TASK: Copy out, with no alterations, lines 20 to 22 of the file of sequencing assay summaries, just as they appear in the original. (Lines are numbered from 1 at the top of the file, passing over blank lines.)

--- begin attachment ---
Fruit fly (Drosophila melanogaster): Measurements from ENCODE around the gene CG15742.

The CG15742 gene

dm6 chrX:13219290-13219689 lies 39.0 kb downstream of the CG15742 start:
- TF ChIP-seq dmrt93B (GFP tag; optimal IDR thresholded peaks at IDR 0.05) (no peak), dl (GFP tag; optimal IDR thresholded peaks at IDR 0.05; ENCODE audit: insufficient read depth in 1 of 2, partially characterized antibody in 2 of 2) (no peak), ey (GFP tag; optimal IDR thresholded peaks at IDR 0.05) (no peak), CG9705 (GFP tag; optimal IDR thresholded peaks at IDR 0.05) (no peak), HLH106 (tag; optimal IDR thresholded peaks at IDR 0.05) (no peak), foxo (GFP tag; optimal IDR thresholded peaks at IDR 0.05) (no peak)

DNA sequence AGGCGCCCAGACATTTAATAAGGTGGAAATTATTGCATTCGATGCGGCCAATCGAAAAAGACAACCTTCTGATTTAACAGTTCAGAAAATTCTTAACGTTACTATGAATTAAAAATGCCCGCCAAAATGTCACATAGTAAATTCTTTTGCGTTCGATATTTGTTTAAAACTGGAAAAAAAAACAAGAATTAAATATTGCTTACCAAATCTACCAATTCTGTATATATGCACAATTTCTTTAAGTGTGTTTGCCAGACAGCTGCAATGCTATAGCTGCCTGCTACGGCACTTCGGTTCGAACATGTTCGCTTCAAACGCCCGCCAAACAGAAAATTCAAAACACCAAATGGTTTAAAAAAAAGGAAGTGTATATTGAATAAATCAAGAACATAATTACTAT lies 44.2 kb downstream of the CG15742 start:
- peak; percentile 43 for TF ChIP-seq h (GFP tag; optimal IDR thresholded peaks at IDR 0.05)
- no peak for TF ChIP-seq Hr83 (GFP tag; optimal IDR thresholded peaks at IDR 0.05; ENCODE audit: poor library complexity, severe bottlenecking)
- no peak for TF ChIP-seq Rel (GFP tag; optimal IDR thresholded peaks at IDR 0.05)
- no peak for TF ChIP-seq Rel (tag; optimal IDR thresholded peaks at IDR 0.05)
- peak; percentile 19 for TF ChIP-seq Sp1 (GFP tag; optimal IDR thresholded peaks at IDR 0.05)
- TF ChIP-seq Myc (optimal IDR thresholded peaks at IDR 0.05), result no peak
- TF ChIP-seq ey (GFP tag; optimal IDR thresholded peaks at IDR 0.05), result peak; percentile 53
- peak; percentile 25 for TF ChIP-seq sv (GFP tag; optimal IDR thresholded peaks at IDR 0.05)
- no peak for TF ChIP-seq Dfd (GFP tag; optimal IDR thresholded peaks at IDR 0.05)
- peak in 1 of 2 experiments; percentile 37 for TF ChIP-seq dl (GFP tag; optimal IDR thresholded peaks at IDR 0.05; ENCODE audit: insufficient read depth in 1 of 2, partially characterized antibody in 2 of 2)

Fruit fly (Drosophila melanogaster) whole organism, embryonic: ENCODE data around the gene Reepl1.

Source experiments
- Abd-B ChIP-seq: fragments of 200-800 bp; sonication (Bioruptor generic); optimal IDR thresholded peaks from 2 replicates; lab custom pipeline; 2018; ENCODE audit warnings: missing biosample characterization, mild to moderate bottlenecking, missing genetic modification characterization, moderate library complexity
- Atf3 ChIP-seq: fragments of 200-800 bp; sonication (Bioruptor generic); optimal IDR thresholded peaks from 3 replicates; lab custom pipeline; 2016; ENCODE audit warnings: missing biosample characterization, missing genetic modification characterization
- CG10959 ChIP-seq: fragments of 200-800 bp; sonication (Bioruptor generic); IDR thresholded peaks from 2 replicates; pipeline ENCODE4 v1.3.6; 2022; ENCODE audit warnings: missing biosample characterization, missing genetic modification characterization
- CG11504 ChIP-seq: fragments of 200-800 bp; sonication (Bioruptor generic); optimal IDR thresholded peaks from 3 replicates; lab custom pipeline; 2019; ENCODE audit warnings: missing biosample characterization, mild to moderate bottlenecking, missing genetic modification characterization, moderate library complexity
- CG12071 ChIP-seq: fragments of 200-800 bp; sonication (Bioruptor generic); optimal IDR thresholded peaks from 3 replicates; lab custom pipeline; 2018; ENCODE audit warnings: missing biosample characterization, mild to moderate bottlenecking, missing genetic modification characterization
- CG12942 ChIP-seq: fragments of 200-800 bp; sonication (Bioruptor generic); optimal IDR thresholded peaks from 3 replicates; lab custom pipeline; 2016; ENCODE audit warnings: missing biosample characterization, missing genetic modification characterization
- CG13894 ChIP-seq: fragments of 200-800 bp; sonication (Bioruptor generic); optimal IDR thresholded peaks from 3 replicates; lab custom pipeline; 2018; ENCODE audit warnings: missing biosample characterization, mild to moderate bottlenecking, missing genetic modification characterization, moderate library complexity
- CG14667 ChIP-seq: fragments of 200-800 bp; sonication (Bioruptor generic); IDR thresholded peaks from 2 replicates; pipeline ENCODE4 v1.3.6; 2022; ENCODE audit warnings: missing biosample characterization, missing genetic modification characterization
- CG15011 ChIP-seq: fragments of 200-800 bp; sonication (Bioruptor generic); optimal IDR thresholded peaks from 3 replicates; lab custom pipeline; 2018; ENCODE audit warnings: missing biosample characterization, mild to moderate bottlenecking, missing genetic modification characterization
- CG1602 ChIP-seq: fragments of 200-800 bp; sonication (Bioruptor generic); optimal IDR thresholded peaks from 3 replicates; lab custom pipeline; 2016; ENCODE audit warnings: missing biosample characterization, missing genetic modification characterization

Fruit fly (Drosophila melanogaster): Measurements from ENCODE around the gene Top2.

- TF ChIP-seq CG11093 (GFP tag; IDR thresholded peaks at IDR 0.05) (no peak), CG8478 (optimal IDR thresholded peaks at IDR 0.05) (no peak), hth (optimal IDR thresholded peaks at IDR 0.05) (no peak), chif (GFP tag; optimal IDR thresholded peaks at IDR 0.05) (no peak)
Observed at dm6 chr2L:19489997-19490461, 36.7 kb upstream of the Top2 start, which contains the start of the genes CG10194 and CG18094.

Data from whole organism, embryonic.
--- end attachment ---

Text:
- CG10959 ChIP-seq: fragments of 200-800 bp; sonication (Bioruptor generic); IDR thresholded peaks from 2 replicates; pipeline ENCODE4 v1.3.6; 2022; ENCODE audit warnings: missing biosample characterization, missing genetic modification characterization
- CG11504 ChIP-seq: fragments of 200-800 bp; sonication (Bioruptor generic); optimal IDR thresholded peaks from 3 replicates; lab custom pipeline; 2019; ENCODE audit warnings: missing biosample characterization, mild to moderate bottlenecking, missing genetic modification characterization, moderate library complexity
- CG12071 ChIP-seq: fragments of 200-800 bp; sonication (Bioruptor generic); optimal IDR thresholded peaks from 3 replicates; lab custom pipeline; 2018; ENCODE audit warnings: missing biosample characterization, mild to moderate bottlenecking, missing genetic modification characterization